Value-based discipline in turbulent times
One of the panels I facilitated was centred around this specific topic. For years, procurement organisations established cost savings as an essential metric. A quick audience poll during the panel brought even more context as to where companies stand on this journey towards greater value creation: 36% still consider “savings” an important part of how they currently measure the value of their team; 45% see it as “somewhat important”; 18% see it as not important or not even relevant anymore.
High growth companies, like Align Technology, or mature organisations, like Warner Media, concur that savings are not high on their list, focusing instead on supporting the growth objectives of their marketing teams.
Having a seat at the marketing table is, therefore, more essential than ever, as both organisations can collaborate far more effectively. 67% of attendees have a procurement seat at the marketing table but feel that it could be better, and 8% don’t have one but are actively working on it.
It’s so critical that David Hale, Director, Enterprise Procurement & Operations at T-Mobile, refers to procurement as being “the table,” the foundation for how these organisations should align tightly.
Pablo Carreno, Procurement Team Lead – Marketing, PR, Media, News, Supply Chain at Bloomberg, sees the role of procurement as a middle ground holder, assisting both finance and marketing in achieving their joint objectives.
According to Sébastien Slek, Executive Director – Global Sourcing Marketing at WarnerMedia, procurement is a “lighthouse” guiding the organisation and proactively seeking new ways to deliver value, as his team did by launching a company-wide agency roster management tool called Agency Roster Tool, or “ART.”
Overcoming unhealthy contradictions
The machine-spun cotton candy, a device well known by parents for producing high quantities of sugar targeted at young children and their cavities, was invented in 1897 by William Morrison. Ironically, Morisson was a dentist. It’s hard not to draw a parallel to an industry demonstrating constant contradictions. Perhaps some of the most striking contradictions include the following:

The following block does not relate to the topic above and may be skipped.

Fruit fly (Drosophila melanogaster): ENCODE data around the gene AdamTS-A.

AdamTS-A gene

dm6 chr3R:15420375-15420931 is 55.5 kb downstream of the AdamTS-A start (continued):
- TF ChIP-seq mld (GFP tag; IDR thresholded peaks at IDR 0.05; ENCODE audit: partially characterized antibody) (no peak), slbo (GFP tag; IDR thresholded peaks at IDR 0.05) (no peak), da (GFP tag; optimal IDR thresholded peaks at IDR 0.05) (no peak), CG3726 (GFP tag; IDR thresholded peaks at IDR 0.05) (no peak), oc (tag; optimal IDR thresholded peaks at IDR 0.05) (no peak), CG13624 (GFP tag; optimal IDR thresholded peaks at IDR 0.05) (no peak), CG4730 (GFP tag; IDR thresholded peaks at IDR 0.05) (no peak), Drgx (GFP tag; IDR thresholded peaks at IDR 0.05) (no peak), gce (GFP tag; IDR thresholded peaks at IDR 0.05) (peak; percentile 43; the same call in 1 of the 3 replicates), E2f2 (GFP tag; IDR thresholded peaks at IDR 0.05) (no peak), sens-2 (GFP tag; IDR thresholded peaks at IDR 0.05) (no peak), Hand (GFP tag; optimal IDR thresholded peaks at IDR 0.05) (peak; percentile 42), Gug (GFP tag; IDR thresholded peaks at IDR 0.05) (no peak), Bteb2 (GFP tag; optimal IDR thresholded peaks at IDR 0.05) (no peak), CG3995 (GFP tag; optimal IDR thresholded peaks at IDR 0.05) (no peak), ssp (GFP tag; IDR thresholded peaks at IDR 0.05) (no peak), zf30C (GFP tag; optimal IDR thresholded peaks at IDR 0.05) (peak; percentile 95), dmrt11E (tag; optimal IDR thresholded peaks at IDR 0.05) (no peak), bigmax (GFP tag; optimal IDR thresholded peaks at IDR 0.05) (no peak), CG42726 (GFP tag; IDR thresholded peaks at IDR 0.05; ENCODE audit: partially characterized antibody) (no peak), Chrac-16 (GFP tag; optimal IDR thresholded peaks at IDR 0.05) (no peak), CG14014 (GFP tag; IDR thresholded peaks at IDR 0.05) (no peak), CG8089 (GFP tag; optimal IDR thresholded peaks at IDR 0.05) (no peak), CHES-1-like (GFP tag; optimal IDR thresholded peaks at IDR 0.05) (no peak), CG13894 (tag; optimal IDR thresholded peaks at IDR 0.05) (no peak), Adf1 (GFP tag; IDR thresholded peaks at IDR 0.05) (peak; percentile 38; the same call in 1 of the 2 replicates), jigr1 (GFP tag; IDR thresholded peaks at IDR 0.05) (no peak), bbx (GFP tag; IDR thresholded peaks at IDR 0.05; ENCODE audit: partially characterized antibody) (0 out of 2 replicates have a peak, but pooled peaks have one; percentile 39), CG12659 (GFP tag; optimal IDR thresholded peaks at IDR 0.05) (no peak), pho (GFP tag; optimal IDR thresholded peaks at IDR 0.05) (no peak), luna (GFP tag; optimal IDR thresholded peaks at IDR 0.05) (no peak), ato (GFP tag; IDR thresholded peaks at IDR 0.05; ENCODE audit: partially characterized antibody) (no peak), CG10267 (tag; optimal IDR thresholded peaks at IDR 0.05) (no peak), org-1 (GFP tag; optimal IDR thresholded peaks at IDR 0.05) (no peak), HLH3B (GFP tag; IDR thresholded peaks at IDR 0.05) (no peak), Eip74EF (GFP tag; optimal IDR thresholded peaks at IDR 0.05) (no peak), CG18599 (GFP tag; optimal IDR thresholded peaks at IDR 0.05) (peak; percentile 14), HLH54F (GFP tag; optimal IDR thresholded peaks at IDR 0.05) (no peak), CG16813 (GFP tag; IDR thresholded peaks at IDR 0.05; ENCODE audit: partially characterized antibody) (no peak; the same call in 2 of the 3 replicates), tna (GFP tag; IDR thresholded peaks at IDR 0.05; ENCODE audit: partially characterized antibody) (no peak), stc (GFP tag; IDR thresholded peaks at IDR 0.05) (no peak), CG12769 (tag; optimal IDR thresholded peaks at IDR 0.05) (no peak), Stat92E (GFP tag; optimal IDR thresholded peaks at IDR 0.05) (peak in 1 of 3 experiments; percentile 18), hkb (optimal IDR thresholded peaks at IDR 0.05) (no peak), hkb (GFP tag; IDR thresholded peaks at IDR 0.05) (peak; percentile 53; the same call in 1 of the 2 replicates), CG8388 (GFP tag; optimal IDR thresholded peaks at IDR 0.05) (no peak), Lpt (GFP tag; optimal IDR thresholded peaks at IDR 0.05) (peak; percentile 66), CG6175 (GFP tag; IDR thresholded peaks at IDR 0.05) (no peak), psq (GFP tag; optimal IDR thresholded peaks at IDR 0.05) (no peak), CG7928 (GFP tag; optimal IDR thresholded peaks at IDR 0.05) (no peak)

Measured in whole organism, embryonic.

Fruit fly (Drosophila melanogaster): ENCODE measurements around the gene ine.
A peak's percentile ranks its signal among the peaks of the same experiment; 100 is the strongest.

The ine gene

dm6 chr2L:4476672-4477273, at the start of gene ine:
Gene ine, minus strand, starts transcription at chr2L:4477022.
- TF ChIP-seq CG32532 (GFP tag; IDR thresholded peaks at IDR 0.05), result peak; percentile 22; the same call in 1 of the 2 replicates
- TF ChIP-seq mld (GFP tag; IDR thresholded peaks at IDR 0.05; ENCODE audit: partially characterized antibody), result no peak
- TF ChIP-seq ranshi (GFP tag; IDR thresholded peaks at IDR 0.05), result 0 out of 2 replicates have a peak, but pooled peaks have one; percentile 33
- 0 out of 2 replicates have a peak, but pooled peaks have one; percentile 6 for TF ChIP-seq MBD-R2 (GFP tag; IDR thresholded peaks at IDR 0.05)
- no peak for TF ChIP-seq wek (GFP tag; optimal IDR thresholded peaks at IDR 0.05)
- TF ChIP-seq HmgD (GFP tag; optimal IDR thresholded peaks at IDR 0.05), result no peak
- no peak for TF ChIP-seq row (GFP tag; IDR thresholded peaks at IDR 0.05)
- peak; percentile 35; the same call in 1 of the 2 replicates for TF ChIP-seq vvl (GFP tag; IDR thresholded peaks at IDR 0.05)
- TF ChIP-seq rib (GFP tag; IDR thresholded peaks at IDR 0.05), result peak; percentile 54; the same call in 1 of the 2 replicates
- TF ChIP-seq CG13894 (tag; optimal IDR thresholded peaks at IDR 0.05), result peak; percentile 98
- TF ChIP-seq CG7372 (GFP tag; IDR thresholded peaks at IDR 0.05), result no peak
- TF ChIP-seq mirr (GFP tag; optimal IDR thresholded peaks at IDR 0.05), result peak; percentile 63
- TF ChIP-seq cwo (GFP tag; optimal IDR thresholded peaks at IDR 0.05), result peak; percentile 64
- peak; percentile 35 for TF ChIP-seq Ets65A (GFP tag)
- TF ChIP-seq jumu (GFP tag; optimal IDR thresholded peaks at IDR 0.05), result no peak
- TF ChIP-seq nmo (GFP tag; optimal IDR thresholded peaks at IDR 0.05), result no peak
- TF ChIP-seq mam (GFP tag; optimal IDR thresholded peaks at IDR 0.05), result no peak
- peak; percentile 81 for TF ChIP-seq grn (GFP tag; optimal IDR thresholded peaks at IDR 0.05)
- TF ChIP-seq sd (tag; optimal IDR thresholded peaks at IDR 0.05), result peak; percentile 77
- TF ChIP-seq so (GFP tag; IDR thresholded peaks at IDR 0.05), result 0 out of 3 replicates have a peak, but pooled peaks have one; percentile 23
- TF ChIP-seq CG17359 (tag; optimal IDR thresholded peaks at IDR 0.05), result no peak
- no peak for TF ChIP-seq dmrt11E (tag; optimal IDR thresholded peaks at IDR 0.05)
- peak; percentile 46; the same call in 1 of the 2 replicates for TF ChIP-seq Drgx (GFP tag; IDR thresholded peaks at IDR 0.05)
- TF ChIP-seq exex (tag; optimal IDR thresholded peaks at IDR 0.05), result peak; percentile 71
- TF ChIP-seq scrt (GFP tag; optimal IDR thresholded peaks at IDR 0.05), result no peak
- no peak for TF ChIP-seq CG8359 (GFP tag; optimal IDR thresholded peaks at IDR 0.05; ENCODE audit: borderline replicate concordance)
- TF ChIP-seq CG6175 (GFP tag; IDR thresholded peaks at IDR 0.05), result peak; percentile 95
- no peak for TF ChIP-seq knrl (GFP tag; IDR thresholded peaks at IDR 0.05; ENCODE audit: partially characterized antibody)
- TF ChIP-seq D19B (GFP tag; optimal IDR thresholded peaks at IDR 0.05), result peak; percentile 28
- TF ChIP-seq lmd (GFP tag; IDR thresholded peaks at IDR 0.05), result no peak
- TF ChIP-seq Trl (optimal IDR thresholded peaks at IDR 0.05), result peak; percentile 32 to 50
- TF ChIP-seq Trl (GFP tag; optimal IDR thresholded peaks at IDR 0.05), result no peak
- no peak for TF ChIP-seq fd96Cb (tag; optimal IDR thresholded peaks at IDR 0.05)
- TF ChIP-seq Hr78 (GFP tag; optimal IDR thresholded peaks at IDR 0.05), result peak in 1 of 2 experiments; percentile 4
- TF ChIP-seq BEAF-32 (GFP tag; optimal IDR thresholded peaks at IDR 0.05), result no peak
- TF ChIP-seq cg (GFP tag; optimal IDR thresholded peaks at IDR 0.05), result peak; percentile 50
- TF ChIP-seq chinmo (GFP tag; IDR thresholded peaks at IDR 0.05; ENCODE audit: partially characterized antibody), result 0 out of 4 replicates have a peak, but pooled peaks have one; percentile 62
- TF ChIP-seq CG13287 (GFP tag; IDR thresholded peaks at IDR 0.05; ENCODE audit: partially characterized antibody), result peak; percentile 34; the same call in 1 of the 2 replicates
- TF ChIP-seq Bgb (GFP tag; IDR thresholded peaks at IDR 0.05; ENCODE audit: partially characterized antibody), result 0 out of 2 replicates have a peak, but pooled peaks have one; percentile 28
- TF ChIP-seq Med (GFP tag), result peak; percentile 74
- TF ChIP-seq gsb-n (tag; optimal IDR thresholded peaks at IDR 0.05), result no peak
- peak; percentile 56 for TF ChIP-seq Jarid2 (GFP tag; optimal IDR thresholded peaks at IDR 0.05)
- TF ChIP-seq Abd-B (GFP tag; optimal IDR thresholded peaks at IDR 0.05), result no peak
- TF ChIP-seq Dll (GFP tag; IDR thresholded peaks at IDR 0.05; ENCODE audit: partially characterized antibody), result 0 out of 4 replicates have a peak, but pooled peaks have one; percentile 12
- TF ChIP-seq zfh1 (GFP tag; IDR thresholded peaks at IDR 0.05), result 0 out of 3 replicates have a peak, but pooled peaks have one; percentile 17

Reasons for optimism
The complexity and demands of our industry will increase over time. Contradictions will continue to arise without a doubt, and procurement professionals will rise up to the challenge. Yet, attendees walked away energised by the dynamism and drive exhibited by ProcureCon speakers and panellists. So did I.
Although the health crisis significantly slowed down initiatives underway in the past two years, I witnessed true optimism among attendees, fostered by so many great ideas and best practices shared at the event.
Pablo Carreno of Bloomberg summarized it best when he declared, “Sourcing is the art of the possible,” borrowing from a famous quote by Otto von Bismarck, the conservative German statesman, diplomat, and writer.
This event reminded us that even under rather difficult conditions, resourceful and highly motivated professionals don’t hesitate to come together and make a difference.